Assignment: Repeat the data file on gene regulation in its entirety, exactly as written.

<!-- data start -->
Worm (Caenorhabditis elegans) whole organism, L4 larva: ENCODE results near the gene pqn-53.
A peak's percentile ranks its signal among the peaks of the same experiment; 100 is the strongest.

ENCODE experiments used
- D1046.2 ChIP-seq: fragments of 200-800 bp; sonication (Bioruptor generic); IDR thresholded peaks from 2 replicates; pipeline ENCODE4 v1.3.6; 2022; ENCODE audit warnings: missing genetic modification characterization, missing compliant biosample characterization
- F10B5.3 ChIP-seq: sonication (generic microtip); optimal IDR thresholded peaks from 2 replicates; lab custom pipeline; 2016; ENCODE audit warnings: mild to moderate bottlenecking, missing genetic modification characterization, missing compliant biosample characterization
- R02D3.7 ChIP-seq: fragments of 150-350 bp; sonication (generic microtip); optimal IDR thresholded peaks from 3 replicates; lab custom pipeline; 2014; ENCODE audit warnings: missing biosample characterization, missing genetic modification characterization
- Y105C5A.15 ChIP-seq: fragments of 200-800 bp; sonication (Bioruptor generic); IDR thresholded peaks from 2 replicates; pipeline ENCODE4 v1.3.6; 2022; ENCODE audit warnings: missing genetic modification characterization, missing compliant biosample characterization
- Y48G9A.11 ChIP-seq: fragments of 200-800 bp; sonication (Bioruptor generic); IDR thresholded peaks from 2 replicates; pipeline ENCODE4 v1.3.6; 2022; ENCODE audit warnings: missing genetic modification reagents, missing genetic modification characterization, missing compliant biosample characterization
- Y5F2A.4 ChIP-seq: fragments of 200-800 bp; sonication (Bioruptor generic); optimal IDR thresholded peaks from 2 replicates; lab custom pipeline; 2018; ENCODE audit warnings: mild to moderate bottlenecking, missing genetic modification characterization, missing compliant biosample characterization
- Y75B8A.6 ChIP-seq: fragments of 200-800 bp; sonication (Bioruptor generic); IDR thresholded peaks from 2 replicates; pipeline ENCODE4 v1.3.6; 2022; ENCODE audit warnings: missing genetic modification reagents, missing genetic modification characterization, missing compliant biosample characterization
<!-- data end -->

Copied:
Worm (Caenorhabditis elegans) whole organism, L4 larva: ENCODE results near the gene pqn-53.
A peak's percentile ranks its signal among the peaks of the same experiment; 100 is the strongest.

ENCODE experiments used
- D1046.2 ChIP-seq: fragments of 200-800 bp; sonication (Bioruptor generic); IDR thresholded peaks from 2 replicates; pipeline ENCODE4 v1.3.6; 2022; ENCODE audit warnings: missing genetic modification characterization, missing compliant biosample characterization
- F10B5.3 ChIP-seq: sonication (generic microtip); optimal IDR thresholded peaks from 2 replicates; lab custom pipeline; 2016; ENCODE audit warnings: mild to moderate bottlenecking, missing genetic modification characterization, missing compliant biosample characterization
- R02D3.7 ChIP-seq: fragments of 150-350 bp; sonication (generic microtip); optimal IDR thresholded peaks from 3 replicates; lab custom pipeline; 2014; ENCODE audit warnings: missing biosample characterization, missing genetic modification characterization
- Y105C5A.15 ChIP-seq: fragments of 200-800 bp; sonication (Bioruptor generic); IDR thresholded peaks from 2 replicates; pipeline ENCODE4 v1.3.6; 2022; ENCODE audit warnings: missing genetic modification characterization, missing compliant biosample characterization
- Y48G9A.11 ChIP-seq: fragments of 200-800 bp; sonication (Bioruptor generic); IDR thresholded peaks from 2 replicates; pipeline ENCODE4 v1.3.6; 2022; ENCODE audit warnings: missing genetic modification reagents, missing genetic modification characterization, missing compliant biosample characterization
- Y5F2A.4 ChIP-seq: fragments of 200-800 bp; sonication (Bioruptor generic); optimal IDR thresholded peaks from 2 replicates; lab custom pipeline; 2018; ENCODE audit warnings: mild to moderate bottlenecking, missing genetic modification characterization, missing compliant biosample characterization
- Y75B8A.6 ChIP-seq: fragments of 200-800 bp; sonication (Bioruptor generic); IDR thresholded peaks from 2 replicates; pipeline ENCODE4 v1.3.6; 2022; ENCODE audit warnings: missing genetic modification reagents, missing genetic modification characterization, missing compliant biosample characterization